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Relationship between motor function improvements and white matter structure after low-frequency repetitive transcranial magnetic stimulation plus intensive occupational therapy in chronic subcortical stroke patients

Ueda, Ryoa,b; Yamada, Naokic,d; Abo, Masahiroc; Senoo, Atsushia

doi: 10.1097/WNR.0000000000001227

This is a second paper on partly the same patient group and the same intervention, but with a different anatomical outcome measurement. An intervention that combines low-frequency repetitive transcranial magnetic stimulation and intensive occupational therapy may improve brain function in poststroke patients with motor paralysis. The aim of this study was to clarify whole-brain white matter structural changes after repetitive transcranial magnetic stimulation and occupational therapy. We recruited 25 patients hospitalized for 15 days with poststroke upper extremity paralysis to receive 12 sessions of low-frequency repetitive transcranial magnetic stimulation over the nonlesioned hemisphere and occupational therapy. Focal repetitive transcranial magnetic stimulation was applied over the primary motor area for the fingers of the nonlesioned hemisphere. Imaging analysis was carried out using diffusion tensor imaging to assess changes in white matter after the intervention. Graph-theoretical analysis was carried out to quantify the characteristics of brain white matter networks. We found a significant increase in global betweenness centrality (corrected P<0.05) and characteristic path length (corrected P<0.05) in the postintervention group. In addition, the global clustering coefficient (corrected P<0.05), small-worldness (corrected P<0.05), and global strength (corrected P<0.05) decreased in the postintervention group. Graph theory analysis suggested that our intervention increased the characteristic path length and led to more complicated neural circuits, indicating that synaptic connections may have increased across the entire network through structural plasticity following our intervention. Our results show novel findings on the relationship between stroke neurorehabilitation and cerebral nerve structure.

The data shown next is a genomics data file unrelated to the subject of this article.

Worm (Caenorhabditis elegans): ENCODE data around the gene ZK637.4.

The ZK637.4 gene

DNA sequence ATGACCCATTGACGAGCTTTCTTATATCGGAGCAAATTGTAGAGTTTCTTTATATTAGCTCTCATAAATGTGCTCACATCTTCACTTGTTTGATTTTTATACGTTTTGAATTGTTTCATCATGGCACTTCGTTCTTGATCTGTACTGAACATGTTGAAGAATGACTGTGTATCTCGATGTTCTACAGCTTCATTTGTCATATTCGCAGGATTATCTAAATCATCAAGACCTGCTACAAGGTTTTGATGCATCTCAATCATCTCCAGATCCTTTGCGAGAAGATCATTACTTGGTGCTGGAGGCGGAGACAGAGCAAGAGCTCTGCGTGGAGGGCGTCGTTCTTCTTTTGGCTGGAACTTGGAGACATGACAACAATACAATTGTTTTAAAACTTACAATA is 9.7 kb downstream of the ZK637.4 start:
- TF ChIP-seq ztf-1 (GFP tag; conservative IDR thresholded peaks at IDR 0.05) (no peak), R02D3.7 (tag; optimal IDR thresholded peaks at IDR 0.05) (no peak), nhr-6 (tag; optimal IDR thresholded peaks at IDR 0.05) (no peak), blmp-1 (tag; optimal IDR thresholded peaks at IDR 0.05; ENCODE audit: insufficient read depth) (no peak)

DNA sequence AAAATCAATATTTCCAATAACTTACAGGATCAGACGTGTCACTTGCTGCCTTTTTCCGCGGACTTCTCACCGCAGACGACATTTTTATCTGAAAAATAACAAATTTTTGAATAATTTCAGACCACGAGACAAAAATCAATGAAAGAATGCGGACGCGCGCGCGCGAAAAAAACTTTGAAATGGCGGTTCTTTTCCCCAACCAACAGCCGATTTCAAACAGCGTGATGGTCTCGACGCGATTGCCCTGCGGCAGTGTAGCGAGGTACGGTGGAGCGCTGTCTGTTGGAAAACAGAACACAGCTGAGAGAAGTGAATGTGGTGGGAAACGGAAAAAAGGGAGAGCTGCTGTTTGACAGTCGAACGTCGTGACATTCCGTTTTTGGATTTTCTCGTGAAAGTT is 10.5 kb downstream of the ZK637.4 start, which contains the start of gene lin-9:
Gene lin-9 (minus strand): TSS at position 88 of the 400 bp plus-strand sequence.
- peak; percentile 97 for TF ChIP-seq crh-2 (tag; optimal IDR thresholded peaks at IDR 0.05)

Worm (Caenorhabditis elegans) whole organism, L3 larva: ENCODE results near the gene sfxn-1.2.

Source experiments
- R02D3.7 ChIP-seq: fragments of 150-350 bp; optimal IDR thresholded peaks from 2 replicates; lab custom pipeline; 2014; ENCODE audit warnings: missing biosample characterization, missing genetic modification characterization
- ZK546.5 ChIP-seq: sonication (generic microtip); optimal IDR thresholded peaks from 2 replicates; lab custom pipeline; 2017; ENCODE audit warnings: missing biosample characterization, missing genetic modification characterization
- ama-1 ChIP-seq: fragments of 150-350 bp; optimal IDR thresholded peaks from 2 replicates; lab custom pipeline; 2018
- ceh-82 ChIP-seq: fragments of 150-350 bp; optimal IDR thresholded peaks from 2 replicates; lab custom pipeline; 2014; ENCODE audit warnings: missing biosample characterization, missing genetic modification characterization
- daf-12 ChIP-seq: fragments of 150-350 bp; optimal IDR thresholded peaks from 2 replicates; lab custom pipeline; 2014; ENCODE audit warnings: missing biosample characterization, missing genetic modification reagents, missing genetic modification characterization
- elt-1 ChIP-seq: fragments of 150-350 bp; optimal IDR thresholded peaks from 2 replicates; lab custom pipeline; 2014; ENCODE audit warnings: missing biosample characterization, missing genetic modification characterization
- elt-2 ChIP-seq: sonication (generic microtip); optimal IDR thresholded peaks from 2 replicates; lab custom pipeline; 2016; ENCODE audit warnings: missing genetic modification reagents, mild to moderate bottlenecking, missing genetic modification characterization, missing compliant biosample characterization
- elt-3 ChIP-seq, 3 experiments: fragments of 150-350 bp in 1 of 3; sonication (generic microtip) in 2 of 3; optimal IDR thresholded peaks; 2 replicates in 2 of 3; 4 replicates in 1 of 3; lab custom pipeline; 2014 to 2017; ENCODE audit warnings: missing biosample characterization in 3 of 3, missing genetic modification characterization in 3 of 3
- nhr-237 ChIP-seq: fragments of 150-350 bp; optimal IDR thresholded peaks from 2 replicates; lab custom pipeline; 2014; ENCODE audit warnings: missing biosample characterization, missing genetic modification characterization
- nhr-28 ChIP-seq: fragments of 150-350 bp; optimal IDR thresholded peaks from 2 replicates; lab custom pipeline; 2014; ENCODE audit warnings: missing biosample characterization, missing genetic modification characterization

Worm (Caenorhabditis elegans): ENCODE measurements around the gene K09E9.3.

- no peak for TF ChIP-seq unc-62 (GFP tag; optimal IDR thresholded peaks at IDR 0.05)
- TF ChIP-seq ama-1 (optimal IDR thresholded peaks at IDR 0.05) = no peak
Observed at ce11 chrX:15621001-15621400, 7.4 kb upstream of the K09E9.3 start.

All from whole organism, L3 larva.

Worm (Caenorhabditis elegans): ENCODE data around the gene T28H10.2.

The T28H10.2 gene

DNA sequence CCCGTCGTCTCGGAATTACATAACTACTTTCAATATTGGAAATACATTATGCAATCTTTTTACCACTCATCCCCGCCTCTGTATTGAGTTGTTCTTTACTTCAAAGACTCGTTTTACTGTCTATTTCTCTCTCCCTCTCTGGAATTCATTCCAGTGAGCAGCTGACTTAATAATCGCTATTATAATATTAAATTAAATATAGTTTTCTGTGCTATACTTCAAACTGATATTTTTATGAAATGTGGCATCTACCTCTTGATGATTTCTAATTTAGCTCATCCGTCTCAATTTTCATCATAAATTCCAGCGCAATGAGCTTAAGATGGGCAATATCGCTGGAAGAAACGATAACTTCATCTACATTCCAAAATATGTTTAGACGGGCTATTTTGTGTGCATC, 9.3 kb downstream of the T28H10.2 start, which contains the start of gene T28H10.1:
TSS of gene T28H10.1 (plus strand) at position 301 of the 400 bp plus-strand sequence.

aDepartment of Radiological Sciences, Graduate School of Health Sciences, Tokyo Metropolitan University

bOffice of Radiation Technology, Keio University Hospital

cDepartment of Rehabilitation Medicine, The Jikei University School of Medicine, Tokyo

dDepartment of Rehabilitation, Shimizu Hospital, Kurayoshi, Japan

Correspondence to Atsushi Senoo, PhD, Department of Radiological Sciences, Graduate School of Health Sciences, Tokyo Metropolitan University, 7-2-10 Higashi-Ogu, Arakawa-ku, 116-8551 Tokyo, Japan Tel: +81 3 3819 1211; fax: +81 3 3819 1406; e-mail:

Received January 19, 2019

Accepted February 14, 2019

© 2019 Wolters Kluwer Health | Lippincott Williams & Wilkins